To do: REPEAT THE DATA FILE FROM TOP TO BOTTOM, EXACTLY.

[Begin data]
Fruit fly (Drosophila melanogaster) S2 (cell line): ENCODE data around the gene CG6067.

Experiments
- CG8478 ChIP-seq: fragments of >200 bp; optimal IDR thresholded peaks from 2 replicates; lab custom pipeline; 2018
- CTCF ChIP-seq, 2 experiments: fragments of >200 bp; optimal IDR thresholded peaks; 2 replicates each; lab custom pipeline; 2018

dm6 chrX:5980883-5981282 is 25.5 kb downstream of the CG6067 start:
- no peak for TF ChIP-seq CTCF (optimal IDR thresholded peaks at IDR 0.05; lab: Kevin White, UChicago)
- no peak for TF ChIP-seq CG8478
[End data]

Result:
Fruit fly (Drosophila melanogaster) S2 (cell line): ENCODE data around the gene CG6067.

Experiments
- CG8478 ChIP-seq: fragments of >200 bp; optimal IDR thresholded peaks from 2 replicates; lab custom pipeline; 2018
- CTCF ChIP-seq, 2 experiments: fragments of >200 bp; optimal IDR thresholded peaks; 2 replicates each; lab custom pipeline; 2018

dm6 chrX:5980883-5981282 is 25.5 kb downstream of the CG6067 start:
- no peak for TF ChIP-seq CTCF (optimal IDR thresholded peaks at IDR 0.05; lab: Kevin White, UChicago)
- no peak for TF ChIP-seq CG8478